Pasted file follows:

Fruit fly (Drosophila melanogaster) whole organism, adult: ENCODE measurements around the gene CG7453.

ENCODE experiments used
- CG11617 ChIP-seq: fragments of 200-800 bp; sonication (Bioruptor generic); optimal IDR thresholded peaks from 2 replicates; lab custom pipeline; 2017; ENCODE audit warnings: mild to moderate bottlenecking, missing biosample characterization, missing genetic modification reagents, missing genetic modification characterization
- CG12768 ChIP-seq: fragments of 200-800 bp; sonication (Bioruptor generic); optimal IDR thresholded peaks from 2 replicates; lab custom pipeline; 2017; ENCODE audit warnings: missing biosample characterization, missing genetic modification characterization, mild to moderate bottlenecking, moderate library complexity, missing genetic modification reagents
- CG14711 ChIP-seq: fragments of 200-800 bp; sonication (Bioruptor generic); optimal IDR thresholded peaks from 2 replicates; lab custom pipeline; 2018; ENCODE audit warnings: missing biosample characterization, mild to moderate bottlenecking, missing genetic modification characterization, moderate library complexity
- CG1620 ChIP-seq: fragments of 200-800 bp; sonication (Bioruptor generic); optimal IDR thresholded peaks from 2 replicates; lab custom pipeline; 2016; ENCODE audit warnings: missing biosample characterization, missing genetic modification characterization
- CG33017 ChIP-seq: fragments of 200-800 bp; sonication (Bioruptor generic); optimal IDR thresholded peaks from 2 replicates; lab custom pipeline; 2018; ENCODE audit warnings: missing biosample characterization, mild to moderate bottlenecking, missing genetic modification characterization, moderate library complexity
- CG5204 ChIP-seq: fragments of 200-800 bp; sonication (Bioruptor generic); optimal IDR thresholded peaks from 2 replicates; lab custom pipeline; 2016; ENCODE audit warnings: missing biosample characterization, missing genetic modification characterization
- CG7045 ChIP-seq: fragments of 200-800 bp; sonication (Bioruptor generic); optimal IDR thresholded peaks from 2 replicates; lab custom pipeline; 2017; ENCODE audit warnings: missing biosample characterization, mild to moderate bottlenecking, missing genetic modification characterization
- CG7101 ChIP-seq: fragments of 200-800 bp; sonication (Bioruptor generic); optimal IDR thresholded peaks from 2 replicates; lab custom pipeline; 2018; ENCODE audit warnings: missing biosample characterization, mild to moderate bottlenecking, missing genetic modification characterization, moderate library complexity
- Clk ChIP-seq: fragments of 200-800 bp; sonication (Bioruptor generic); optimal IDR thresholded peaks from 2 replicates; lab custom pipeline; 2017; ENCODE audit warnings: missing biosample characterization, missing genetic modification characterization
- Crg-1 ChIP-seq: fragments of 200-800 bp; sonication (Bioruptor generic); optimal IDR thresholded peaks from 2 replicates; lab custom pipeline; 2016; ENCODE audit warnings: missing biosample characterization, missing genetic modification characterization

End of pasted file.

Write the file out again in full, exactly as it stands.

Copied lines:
Fruit fly (Drosophila melanogaster) whole organism, adult: ENCODE measurements around the gene CG7453.

ENCODE experiments used
- CG11617 ChIP-seq: fragments of 200-800 bp; sonication (Bioruptor generic); optimal IDR thresholded peaks from 2 replicates; lab custom pipeline; 2017; ENCODE audit warnings: mild to moderate bottlenecking, missing biosample characterization, missing genetic modification reagents, missing genetic modification characterization
- CG12768 ChIP-seq: fragments of 200-800 bp; sonication (Bioruptor generic); optimal IDR thresholded peaks from 2 replicates; lab custom pipeline; 2017; ENCODE audit warnings: missing biosample characterization, missing genetic modification characterization, mild to moderate bottlenecking, moderate library complexity, missing genetic modification reagents
- CG14711 ChIP-seq: fragments of 200-800 bp; sonication (Bioruptor generic); optimal IDR thresholded peaks from 2 replicates; lab custom pipeline; 2018; ENCODE audit warnings: missing biosample characterization, mild to moderate bottlenecking, missing genetic modification characterization, moderate library complexity
- CG1620 ChIP-seq: fragments of 200-800 bp; sonication (Bioruptor generic); optimal IDR thresholded peaks from 2 replicates; lab custom pipeline; 2016; ENCODE audit warnings: missing biosample characterization, missing genetic modification characterization
- CG33017 ChIP-seq: fragments of 200-800 bp; sonication (Bioruptor generic); optimal IDR thresholded peaks from 2 replicates; lab custom pipeline; 2018; ENCODE audit warnings: missing biosample characterization, mild to moderate bottlenecking, missing genetic modification characterization, moderate library complexity
- CG5204 ChIP-seq: fragments of 200-800 bp; sonication (Bioruptor generic); optimal IDR thresholded peaks from 2 replicates; lab custom pipeline; 2016; ENCODE audit warnings: missing biosample characterization, missing genetic modification characterization
- CG7045 ChIP-seq: fragments of 200-800 bp; sonication (Bioruptor generic); optimal IDR thresholded peaks from 2 replicates; lab custom pipeline; 2017; ENCODE audit warnings: missing biosample characterization, mild to moderate bottlenecking, missing genetic modification characterization
- CG7101 ChIP-seq: fragments of 200-800 bp; sonication (Bioruptor generic); optimal IDR thresholded peaks from 2 replicates; lab custom pipeline; 2018; ENCODE audit warnings: missing biosample characterization, mild to moderate bottlenecking, missing genetic modification characterization, moderate library complexity
- Clk ChIP-seq: fragments of 200-800 bp; sonication (Bioruptor generic); optimal IDR thresholded peaks from 2 replicates; lab custom pipeline; 2017; ENCODE audit warnings: missing biosample characterization, missing genetic modification characterization
- Crg-1 ChIP-seq: fragments of 200-800 bp; sonication (Bioruptor generic); optimal IDR thresholded peaks from 2 replicates; lab custom pipeline; 2016; ENCODE audit warnings: missing biosample characterization, missing genetic modification characterization